Soldiers of Oxfordshire Museum (SOFO) is looking for people to bring their stories and objects relating to the Second World War to Their Finest Hour Collections Day – a digital collections day at the museum in Woodstock on Saturday, 01 April 2023 from 11.00am to 3.00pm.
The event is part of a nationwide campaign organised by Their Finest Hour, a team based at the University of Oxford and funded by the National Lottery Heritage Fund, which is collecting and preserving the everyday stories and objects of the Second World War.
As these stories are fast fading from living memory, it is vital that they – and the wartime objects that often accompany them – are preserved for future generations.
At the Digital Collection Day, stories about your family’s wartime experience – and associated objects such as diaries, letters, medals, journals and ration books – will be recorded, digitised, and then uploaded to the Their Finest Hour online archive, which will be free-to-use and launch in June 2024.
To encourage even more people to drop in and share their stories, the SOFO Museum will waive its normal admission fee on the day – entry will be free to all on 01 April.
SOFO will also be hosting a range of other Second World War-themed events and exhibitions on the day. Visitors will be able to enjoy displays from the 1940s living historians inside the museum, a recently installed replica of an Anderson Shelter, as well as several exhibitions.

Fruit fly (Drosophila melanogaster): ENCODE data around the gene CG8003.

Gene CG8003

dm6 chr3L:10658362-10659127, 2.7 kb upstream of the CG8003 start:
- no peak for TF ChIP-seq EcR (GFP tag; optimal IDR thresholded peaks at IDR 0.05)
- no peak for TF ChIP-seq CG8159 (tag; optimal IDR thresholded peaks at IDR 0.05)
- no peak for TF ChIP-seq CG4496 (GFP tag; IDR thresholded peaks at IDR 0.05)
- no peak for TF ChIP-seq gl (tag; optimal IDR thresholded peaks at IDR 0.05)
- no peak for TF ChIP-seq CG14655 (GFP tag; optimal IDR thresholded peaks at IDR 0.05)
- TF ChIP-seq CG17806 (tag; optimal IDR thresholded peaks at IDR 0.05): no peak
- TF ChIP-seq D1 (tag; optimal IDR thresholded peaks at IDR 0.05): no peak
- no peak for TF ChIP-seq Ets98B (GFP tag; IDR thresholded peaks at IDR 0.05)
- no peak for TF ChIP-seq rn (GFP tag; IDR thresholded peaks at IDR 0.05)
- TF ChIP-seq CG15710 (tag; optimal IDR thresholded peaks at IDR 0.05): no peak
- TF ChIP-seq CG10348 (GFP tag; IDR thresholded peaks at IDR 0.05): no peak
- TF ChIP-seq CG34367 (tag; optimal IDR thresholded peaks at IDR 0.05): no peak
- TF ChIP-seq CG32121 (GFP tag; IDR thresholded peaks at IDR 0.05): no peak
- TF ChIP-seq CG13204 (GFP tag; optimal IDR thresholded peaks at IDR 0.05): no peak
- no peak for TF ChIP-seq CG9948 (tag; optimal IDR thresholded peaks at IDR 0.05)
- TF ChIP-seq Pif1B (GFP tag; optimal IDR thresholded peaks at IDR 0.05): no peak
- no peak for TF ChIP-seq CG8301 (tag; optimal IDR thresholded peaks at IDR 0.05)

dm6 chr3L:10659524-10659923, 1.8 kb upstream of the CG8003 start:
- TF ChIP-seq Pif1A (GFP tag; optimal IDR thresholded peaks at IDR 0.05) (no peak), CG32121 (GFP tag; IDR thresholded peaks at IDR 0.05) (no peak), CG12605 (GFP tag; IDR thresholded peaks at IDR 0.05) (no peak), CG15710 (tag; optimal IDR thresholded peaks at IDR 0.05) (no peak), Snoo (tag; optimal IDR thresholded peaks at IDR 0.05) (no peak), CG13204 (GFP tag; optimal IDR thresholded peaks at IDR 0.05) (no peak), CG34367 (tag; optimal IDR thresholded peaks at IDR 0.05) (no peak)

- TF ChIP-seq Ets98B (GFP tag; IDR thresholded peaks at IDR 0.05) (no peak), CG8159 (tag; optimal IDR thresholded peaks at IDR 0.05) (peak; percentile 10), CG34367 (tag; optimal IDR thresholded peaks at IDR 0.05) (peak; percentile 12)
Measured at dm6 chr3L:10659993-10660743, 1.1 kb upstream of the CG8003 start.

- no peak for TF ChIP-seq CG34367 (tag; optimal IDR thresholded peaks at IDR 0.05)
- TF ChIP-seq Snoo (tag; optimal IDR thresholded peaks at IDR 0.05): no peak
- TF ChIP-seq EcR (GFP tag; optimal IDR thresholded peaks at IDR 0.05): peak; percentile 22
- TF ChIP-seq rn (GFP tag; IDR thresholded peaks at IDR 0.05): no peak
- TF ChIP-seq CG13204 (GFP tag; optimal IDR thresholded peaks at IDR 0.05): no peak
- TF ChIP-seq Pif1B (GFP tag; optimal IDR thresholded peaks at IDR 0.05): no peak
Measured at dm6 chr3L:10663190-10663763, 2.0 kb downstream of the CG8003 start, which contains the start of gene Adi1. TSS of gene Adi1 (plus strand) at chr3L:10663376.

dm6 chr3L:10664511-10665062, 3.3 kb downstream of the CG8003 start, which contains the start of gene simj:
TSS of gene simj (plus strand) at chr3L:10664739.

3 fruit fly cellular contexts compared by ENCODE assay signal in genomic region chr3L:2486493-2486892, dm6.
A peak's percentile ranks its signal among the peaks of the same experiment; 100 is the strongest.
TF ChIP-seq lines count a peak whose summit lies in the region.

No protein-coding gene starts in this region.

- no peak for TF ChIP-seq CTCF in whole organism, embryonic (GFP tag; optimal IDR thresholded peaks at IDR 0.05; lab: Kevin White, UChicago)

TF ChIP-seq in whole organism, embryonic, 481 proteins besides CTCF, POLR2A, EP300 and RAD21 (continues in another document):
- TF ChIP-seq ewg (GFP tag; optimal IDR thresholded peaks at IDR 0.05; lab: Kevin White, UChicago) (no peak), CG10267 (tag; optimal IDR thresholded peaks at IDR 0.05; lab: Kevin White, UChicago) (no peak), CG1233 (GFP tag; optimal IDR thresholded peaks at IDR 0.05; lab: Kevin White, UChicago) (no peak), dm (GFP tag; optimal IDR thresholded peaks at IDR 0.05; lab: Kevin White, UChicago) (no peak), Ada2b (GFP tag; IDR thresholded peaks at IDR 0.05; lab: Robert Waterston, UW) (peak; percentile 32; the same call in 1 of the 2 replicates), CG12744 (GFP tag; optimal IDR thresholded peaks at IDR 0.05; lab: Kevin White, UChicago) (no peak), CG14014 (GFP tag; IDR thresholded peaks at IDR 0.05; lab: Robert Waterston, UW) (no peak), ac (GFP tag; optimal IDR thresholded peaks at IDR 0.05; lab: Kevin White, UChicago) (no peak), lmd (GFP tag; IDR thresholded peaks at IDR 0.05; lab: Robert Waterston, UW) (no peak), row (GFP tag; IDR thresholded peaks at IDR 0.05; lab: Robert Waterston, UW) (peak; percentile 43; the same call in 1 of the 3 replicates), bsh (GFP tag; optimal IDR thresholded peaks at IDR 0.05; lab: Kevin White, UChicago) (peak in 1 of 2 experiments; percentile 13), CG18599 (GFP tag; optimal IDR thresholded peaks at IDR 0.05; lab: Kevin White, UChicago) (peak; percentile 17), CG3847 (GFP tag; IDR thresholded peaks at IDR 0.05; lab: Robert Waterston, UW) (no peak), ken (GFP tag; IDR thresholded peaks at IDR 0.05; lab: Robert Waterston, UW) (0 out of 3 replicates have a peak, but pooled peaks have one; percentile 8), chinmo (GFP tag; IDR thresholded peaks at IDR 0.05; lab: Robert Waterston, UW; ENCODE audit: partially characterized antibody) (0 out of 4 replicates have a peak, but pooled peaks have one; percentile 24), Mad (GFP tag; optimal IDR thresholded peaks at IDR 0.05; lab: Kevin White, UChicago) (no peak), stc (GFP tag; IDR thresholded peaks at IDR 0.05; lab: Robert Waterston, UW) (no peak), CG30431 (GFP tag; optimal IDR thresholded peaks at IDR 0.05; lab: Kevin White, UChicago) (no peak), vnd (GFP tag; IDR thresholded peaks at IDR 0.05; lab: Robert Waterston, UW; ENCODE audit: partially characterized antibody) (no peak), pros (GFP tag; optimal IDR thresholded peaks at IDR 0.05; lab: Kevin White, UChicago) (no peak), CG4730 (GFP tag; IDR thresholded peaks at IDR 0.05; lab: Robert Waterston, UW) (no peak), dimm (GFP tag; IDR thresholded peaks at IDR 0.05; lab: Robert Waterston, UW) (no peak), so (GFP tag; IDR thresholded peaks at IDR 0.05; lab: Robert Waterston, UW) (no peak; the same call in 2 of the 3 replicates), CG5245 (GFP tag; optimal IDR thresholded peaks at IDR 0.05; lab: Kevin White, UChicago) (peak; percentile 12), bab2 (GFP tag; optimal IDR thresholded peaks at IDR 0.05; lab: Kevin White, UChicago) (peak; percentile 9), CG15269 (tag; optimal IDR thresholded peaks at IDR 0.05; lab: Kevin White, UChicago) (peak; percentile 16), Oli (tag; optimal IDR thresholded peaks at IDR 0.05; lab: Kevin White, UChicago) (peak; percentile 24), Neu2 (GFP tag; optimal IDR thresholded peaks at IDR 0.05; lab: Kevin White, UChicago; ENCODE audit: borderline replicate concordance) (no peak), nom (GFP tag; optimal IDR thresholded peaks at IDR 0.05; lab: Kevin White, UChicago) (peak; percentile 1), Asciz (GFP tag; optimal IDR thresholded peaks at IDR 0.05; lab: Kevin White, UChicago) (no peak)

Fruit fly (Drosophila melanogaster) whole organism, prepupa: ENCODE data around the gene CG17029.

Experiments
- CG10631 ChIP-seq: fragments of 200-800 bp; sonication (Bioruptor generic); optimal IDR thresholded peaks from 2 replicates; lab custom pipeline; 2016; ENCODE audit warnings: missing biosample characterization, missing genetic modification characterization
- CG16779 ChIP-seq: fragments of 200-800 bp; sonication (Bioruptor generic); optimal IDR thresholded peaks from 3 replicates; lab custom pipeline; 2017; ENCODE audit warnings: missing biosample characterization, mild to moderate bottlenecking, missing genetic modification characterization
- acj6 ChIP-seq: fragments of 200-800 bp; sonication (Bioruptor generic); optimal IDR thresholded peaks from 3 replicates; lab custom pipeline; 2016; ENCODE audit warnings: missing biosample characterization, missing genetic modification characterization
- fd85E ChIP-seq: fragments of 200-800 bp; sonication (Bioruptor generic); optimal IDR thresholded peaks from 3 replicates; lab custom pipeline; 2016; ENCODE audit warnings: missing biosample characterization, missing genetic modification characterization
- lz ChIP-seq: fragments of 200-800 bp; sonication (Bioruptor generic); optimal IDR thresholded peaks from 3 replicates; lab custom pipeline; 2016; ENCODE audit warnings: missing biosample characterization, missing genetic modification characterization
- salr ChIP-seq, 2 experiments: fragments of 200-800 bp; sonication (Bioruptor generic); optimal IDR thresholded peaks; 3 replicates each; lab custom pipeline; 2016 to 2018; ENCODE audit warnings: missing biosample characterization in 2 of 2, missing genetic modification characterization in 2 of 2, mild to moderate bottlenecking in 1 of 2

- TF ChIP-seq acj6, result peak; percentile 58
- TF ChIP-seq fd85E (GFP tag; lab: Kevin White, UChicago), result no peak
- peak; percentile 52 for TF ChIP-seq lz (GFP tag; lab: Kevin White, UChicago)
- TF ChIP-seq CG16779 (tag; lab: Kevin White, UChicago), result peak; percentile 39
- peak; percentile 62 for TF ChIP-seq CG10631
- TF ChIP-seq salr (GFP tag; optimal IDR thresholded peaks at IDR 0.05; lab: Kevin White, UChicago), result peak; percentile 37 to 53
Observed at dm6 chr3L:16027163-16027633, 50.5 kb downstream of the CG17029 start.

Attending Living history groups will include Winstan (Churchill), Doing Their Bit (Home Front), Oxfordshire Home Guard and Ham & Jam (Second World War British Airborne troops).
Collector John Noott’s expansive exhibition, The Art of World War II, will showcase a diverse range of perspectives of the era, all produced during the conflict, while the Aces High gallery will have a range of impressive prints – including many signed by veterans – up for sale.
Visitors can talk to museum staff on the day about donating items to the museum’s own collection if they wish, but the focus will be on digitisation – photographing objects, recording stories and scanning documents – so original items can remain with their families.
Dr Stuart Lee, Their Finest Hour project leader, said, “We know from previous projects that people have so many wonderful objects, photos, and anecdotes which have been passed down from family members which are at risk of getting lost or being forgotten. Our aim is to empower local communities to digitally preserve these stories and objects before they are lost to posterity.”
The project team is especially interested in collecting contributions from people from underrepresented backgrounds to increase the diversity of people benefiting from Second World War heritage.
With often limited parking in Woodstock, Blenheim Palace will also be kindly supporting this event, offering free parking to those attending to share their stories. The museum is just a short walk into town through the palace’s Woodstock Town gate.